Edited by Joselle Vanderhooft and Catherine Lundoff
Lethe Press (2011)
The tagline of this anthology reads, “Tales of queer women and magic” – it is a book filled with stories of witches and women of power, set in worlds mundane, fantastical and future, where the central characters just happen to be lesbians. A fascinating idea, and a well executed one. I enjoyed all the stories within its pages, almost without exception, something that rarely happens with an anthology.
One of the more interesting aspects of the collection was how mainstream it really is. For a book that has as its central premise magic and witches, from a publisher that specialises in titles of gay and lesbian interest, it was almost surprising to find that the lesbian element is not overt. Unlike the plot of the Twelfth Planet Press novella Horn (by Peter M Ball), it is never central to the premise of the story being told, rather, it is simply another aspect of the character/s. Having said that, it works very well. It does not need to be an overt aspect, to be a representation of sexuality – this in itself helps normalise sexual orientations.
The anthology opens with “Counterbalance” by Ruth Sorrell – not one of my favourites I’m afraid, and not, I think, one of the stronger stories in the collection. It follows Riley, a powerful witch who finds herself battling a goddess. The story reflects the three aspects of womanhood (maiden, mother, crone), and the strength of love.
This is followed by “Trouble Arrived” by CB Calsing, a story with a voodoo element, encasing a tale of revenge and escape and then by one of the strongest of the book, “Personal Demons” by Jean Marie Ward. Ward sets up an almost real world scenario, with a nurse (whose lover has inadvertently outed her as a witch) being asked to help a child who has been possessed. The ending of this story is very powerful.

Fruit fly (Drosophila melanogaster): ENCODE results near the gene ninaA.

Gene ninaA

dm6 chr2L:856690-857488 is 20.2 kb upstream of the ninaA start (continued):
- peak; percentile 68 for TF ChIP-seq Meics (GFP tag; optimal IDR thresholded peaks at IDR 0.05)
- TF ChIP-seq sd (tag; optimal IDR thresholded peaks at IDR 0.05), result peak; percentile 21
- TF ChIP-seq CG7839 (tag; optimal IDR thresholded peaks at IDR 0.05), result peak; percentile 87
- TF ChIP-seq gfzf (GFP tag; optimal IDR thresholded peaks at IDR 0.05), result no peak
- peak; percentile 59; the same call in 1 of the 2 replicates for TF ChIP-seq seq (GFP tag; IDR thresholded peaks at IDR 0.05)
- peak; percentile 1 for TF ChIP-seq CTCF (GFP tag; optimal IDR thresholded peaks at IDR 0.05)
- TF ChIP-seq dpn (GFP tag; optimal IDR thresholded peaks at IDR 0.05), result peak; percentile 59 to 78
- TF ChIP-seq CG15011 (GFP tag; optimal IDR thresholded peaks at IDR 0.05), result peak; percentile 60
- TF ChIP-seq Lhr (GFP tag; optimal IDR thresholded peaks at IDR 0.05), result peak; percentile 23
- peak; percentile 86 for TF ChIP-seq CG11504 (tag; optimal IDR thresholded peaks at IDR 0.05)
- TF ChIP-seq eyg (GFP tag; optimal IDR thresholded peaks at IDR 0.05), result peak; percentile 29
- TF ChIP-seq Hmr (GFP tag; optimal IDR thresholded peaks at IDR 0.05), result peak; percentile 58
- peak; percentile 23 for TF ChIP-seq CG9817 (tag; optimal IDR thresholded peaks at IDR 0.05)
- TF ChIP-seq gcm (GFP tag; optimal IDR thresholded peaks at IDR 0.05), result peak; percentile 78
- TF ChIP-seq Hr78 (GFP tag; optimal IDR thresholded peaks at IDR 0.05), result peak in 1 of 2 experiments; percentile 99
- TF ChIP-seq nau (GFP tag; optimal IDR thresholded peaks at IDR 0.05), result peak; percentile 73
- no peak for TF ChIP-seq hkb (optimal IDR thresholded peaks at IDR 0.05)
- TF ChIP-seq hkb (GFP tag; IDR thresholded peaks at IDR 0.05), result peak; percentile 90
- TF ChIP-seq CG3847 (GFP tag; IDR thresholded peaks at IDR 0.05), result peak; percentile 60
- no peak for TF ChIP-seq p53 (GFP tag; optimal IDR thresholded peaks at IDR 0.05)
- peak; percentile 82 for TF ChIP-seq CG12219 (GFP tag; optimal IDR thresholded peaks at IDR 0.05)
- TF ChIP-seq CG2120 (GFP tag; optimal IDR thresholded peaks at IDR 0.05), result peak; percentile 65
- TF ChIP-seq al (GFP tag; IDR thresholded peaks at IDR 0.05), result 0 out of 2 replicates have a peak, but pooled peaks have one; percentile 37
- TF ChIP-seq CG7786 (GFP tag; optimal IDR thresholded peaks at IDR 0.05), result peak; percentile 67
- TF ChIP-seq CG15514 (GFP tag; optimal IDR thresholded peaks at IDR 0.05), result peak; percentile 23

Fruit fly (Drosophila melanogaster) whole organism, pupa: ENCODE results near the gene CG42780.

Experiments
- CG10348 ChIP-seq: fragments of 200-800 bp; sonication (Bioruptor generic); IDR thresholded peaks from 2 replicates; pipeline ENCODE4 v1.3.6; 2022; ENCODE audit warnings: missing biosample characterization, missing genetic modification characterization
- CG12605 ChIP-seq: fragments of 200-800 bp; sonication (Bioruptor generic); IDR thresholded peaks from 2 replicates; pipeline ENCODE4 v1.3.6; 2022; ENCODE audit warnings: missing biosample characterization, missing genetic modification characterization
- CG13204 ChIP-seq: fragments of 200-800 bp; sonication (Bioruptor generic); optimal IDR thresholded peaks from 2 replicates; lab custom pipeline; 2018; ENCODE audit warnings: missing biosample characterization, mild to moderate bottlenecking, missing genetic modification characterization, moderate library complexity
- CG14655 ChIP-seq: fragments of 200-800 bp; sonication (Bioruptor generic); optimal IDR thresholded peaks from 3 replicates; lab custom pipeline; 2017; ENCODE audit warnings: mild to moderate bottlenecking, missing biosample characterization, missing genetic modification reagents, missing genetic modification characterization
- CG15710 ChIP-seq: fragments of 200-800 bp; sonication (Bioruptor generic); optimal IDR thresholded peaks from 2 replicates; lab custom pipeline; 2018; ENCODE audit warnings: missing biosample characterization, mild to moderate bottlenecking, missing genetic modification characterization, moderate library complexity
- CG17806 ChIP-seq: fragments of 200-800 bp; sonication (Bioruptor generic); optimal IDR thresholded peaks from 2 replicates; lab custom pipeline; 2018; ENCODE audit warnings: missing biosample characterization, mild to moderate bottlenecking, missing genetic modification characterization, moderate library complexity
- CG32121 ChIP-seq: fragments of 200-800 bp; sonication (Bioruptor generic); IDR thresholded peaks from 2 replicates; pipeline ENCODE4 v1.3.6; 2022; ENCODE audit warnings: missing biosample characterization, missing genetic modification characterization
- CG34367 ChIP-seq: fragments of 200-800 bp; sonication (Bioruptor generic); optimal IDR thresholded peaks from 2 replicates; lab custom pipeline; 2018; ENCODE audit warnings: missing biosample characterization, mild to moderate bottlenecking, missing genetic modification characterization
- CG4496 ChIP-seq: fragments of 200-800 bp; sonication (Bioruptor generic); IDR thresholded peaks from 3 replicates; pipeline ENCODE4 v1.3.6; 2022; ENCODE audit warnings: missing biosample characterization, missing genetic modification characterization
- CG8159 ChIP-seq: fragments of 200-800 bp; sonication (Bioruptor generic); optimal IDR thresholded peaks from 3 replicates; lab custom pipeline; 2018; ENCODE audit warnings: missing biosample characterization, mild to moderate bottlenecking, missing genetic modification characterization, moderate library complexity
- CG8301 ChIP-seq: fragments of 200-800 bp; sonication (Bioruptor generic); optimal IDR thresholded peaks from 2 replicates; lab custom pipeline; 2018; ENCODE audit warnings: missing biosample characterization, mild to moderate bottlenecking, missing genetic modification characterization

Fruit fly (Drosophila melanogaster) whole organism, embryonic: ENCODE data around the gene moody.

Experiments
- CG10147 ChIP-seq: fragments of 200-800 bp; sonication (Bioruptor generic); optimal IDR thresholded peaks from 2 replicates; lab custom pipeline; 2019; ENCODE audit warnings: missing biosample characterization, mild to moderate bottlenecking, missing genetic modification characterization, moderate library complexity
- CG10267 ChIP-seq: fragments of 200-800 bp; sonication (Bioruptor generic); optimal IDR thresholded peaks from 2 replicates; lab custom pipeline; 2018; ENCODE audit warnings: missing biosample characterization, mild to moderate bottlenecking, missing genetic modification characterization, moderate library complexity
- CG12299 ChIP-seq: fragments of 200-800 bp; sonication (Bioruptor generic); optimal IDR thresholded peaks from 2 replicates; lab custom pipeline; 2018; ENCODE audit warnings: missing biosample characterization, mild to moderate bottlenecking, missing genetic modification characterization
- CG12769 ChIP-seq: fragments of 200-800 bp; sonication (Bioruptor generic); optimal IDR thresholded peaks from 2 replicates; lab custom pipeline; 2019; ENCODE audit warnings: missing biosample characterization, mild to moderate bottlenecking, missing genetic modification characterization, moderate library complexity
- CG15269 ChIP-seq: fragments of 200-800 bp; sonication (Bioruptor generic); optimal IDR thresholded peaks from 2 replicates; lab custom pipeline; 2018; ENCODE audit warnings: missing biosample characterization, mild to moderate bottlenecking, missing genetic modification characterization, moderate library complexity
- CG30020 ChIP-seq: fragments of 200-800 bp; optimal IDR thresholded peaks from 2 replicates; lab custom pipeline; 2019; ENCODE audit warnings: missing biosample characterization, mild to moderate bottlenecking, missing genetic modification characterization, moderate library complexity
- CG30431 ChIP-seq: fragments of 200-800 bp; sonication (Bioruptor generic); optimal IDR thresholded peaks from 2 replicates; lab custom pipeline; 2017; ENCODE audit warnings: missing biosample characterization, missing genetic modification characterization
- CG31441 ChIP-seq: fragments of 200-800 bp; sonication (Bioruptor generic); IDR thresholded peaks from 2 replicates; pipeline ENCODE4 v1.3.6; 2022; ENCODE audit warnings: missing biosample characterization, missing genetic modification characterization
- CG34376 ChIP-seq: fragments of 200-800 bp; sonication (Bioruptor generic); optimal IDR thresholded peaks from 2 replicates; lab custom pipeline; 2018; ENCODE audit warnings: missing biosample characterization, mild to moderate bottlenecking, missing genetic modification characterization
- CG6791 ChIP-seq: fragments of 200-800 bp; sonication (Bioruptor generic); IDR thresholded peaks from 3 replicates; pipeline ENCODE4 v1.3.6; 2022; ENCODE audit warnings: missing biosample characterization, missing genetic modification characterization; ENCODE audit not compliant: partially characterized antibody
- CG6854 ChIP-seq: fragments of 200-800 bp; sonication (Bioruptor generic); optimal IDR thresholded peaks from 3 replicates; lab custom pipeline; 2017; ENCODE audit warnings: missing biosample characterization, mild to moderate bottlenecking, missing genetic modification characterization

I also loved “The Windskimmer” by Connie Wilkins, set it a fantasy (or possibly a future) world, where a pair of old lovers must work together to save the planet from magic (or science?) gone wrong.
“Sky Lit Bargains” by Kelly A Harmon takes us to a Viking land, where a warrior woman must battle a wyvern, with the help of a witch, to save herself from her sister’s husband. Perhaps a little overly complicated, but a great read.
“Gloam” by Quinn Smythwood takes as its premise the idea that witches can see corpse shadows, future ghosts that show a death, and examines what might happen if it is the witch’s own corpse shadow she sees. Recommended.
As one of the few stories that has a solid urban fantasy feel to it, “Witches Have Cats” by Juliet Kemp was a really enjoyable read. Laura is forced to come to terms with the fact that she is, in fact, a witch, having cursed her ex-lover with boils. When her friend is kidnapped, Laura and her faithful companion Jasper (not a cat!) must use her new power to save her. I would definitely read a novel set in this world, with these characters!
Of all the stories in the book, I thought that “D is for Delicious” by Steve Berman was the odd one out. Nothing at all wrong with the writing or the story, but with its focus on a more traditional fairytale at the heart, and a rather nasty style of witch, it didn’t seem to fit with the rest of the anthology.
“And Out of the Strong Came Forth Sweetness” is an interesting story, again blending SF with fantasy. Lisa Nohealani Morton takes us to a world where being a witch is punishable by death, where law is enforced by “angels” – so what happens when an angel falls in love with a witch?
I liked the idea of “Bridges and Lullabies” by Rrain Prior, but was a little put off by the style in this story where a woman of power is chasing down a rogue elemental. “Thin Spun” by Sunny Moraine is another SF-nal story, which although it had an interesting premise, was one I didn’t find all that compelling.
However, the final story, “A State of Panic” by Rachel Green, was pitch perfect for me – another real world scenario, this one being very British, where a female police officer finds herself back in her home town. Anna Wilde is a no-nonsense sergeant, working hard to stand up for her rights as an officer, not just a woman in uniform, and quietly using her power to assist her investigations. Another character I’d happily read a novel about!
In all, Hellebore and Rue is a quality collection based around an original, thoughtful concept. I’ll be looking out for more from these authors, and from Lethe Press!
This review was first published at ASiF! on January 10, 2012.